Wednesday, July 16, 2014

Cracking the Viagra Ad Code

In my college American Studies classes, we used to look at all manner of cultural artifacts from high culture literature to low culture like newspaper and magazine articles and advertisements.  We would analyze these artifacts from a cultural history perspective, articulating what the existence of these items at a given point in time said about the culture at that moment.  Even though I rarely need such skills these days, my brain is trained that way.

Even though I wasn't looking for it, I had a cultural history epiphany watching a Viagra ad the other day.  Among the little traditional TV that I watch, live sports predominate, which means I see a disproportionate amount of erectile dysfunction pharmaceutical ads.  Of course, the male protagonists of these ads are all men of a certain age with wives who represent the most beautiful age-appropriate spouses the industry can find.  Actually, that's not universally true.  In Cialis ads, our good lady with the beautiful smile appears up-front.  In Viagra ads, Ol' Jim Handsome is alone most of the time with the twangy guitar underneath the narrator.  More about how these ads end in a minute.  

The Viagra campaign, in particular, has this thrust (pun not intended, but also not edited out) about these handsome salt-and-peppers getting stuff done.  That's about as much as I'd paid attention until Sunday when I saw a more elaborate pattern.  Maybe the theme I'm about to unveil has been patently obvious to you, but it wasn't to me until the other day.

It's not just that Ol' Jim (maybe I should call him Ol' ED) gets stuff done.  It's that something that had been working suddenly stops working, and he's just the guy to get things back on track.  Once he gets things sorted, he heads home - in no particular hurry - to find the upstairs bedroom light on (or getting turned on if you know what I'm saying).  That saves money in the casting of beautiful forty-six-year-old ladies, no doubt.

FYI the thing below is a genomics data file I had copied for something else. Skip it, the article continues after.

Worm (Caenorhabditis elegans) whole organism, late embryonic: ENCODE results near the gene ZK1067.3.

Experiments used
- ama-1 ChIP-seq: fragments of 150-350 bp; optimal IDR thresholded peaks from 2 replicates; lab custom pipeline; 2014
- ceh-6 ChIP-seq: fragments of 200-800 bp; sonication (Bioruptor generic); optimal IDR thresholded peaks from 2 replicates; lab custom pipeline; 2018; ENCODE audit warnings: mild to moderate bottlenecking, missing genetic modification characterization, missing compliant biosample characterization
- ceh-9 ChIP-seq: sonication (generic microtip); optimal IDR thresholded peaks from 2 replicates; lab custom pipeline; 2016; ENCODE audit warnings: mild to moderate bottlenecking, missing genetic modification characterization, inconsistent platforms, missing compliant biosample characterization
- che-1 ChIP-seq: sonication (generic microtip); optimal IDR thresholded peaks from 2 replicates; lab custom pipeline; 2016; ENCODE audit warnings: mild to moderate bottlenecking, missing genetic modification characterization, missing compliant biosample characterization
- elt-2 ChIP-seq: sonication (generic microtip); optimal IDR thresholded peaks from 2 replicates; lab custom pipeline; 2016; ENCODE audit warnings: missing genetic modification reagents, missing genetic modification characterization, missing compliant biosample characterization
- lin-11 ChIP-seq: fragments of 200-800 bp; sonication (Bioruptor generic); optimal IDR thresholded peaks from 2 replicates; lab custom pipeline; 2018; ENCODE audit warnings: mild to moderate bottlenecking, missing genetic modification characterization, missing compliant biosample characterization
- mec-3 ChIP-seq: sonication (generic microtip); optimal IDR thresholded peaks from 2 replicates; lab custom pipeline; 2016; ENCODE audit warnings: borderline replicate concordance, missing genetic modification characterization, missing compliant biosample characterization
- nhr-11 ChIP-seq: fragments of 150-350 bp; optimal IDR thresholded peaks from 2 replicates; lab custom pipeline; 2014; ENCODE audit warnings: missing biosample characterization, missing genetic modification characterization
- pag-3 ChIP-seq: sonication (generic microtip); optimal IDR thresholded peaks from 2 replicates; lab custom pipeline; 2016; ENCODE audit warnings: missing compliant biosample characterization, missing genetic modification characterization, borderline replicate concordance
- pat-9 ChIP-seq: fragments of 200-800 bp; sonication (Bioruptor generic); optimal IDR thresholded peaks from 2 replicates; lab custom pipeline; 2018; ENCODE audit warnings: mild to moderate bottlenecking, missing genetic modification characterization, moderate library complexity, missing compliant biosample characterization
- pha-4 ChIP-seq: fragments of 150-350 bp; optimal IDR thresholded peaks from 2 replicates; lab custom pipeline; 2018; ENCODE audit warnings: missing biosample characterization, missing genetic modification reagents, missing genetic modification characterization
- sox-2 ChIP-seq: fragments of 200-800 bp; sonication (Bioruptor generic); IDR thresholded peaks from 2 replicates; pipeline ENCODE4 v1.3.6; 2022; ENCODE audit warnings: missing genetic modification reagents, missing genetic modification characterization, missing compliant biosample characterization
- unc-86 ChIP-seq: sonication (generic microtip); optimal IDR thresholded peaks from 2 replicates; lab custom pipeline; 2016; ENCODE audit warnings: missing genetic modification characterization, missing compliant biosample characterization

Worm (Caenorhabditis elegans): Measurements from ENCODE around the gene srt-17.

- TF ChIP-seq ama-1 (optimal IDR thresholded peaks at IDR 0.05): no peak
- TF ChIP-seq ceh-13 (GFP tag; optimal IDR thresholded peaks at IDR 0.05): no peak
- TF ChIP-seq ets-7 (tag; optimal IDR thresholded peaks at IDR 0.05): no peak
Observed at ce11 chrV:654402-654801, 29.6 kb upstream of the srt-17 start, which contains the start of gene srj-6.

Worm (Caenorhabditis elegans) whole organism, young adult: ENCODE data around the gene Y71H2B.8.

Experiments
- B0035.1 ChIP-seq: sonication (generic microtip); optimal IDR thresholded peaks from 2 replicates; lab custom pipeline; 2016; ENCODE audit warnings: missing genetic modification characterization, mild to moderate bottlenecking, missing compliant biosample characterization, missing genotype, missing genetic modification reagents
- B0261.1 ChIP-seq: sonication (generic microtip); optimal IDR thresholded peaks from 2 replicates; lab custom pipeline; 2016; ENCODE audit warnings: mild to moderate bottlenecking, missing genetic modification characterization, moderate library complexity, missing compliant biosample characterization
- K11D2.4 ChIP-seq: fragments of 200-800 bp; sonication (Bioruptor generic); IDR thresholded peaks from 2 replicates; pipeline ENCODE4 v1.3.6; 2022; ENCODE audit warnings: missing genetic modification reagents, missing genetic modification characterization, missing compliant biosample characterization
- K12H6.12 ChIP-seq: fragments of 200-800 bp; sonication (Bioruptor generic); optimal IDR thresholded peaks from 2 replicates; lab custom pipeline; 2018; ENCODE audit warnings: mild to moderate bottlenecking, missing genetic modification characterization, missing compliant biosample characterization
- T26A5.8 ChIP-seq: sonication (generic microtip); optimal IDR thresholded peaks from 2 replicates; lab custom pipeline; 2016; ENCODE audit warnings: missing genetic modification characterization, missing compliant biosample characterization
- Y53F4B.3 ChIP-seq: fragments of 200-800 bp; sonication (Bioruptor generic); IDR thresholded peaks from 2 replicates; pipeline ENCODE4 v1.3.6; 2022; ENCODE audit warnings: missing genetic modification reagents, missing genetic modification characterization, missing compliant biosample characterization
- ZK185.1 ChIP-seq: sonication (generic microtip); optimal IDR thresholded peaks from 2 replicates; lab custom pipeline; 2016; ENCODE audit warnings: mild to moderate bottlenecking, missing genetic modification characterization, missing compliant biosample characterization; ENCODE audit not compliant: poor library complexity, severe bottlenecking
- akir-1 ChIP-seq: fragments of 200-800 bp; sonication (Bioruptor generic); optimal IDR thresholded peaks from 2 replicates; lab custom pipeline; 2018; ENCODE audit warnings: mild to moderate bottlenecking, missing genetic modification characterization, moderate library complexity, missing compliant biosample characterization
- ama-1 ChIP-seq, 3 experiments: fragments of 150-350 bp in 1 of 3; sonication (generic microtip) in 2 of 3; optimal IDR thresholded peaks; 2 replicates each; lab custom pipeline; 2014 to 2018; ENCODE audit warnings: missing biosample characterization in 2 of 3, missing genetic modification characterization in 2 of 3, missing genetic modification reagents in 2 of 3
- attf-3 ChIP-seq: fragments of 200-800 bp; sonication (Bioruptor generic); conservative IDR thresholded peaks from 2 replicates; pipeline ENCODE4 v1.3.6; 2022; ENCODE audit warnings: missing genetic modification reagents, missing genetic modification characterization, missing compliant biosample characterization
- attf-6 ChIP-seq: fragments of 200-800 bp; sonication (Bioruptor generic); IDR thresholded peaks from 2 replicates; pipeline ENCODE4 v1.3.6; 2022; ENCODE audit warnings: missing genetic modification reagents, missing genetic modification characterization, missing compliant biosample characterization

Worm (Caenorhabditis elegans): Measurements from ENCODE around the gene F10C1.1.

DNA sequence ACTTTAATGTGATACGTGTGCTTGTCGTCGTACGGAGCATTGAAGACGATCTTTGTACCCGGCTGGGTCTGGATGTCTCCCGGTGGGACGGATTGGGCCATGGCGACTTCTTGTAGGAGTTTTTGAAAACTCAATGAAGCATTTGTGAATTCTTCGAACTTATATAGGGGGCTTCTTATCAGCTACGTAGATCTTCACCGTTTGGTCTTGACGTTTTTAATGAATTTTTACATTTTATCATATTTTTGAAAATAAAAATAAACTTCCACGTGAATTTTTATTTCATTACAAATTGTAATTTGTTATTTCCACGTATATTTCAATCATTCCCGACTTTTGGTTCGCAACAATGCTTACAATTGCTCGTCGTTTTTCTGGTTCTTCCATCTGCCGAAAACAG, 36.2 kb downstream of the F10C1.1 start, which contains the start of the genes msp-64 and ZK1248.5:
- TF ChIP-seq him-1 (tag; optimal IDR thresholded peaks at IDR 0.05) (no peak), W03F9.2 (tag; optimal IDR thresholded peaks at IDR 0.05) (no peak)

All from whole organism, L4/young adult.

Maybe you've already gone through the collection in your head, but in case you haven't, here are the ones I can think of:
  • The truck hauling the horse trailer gets stuck in the mud.  Ed gets out and hooks the horses up to pull the truck out and get back on the road. (see bottom of post for that one)
  • There's massive bridge construction with klieg lights everywhere...until they all go out.  Ed knows just which switch to flip to light the whole place back up.  That's apparently his only job because then he heads home.
  • The printing press is churning out some printed matter (inserts for prescription bags?) when something gums up the works.  Ed straightens out the machine, wipes his hands on a rag and goes home to look at the upstairs bedroom lights.
  • The lighter breaks on the beach while Ed's lighting a campfire with a tent in the background.  Is that gonna stop Ed?  Heck no.  He goes cave man, gets his folding knife, a rock and some dry tinder and lights that fire.  Once the narrator has told us about the side effects and when to call our doctor, the light goes on in the tent.   Mrs. Ed is actually silhouetted spreading out the sleeping bag in this one.  Seems like she's pretty tired tonight.
The message is clear.  This is nothing to be ashamed about.  Just push the right button with this pill, and everything will be fine again.

Wednesday, July 9, 2014


Obviously, from a genetic perspective, Paige and I contributed equal parts of DNA to our boys.  In some ways, we all four have a lot in common.  But there are some distinctions that up to now align Charlie with Paige and Teddy with me.  Thinking about things that differ between me and Paige and between the boys, I then made a McKinsey & Co.-worthy matrix.

This list felt a lot longer and more definitive before I actually stopped to write it down.  And yet, I still can't think of a single thing to put in the Paige/Teddy box.  I've been sitting on this for a while, but I'm not getting inspired with more entries.  So I'll just put it out there and let people (especially Paige) weigh in.

Parent-Child Attribute Alignment

Paige Jeff
Charlie needs glasses
thick hair that can be shaped
freaky good memory
puts ketchup on food 
sleeps in

likes Taco Bell
wears emotions on sleeve
soft, flimsy hair
perfect vision (so far)
gets up early pretty much every day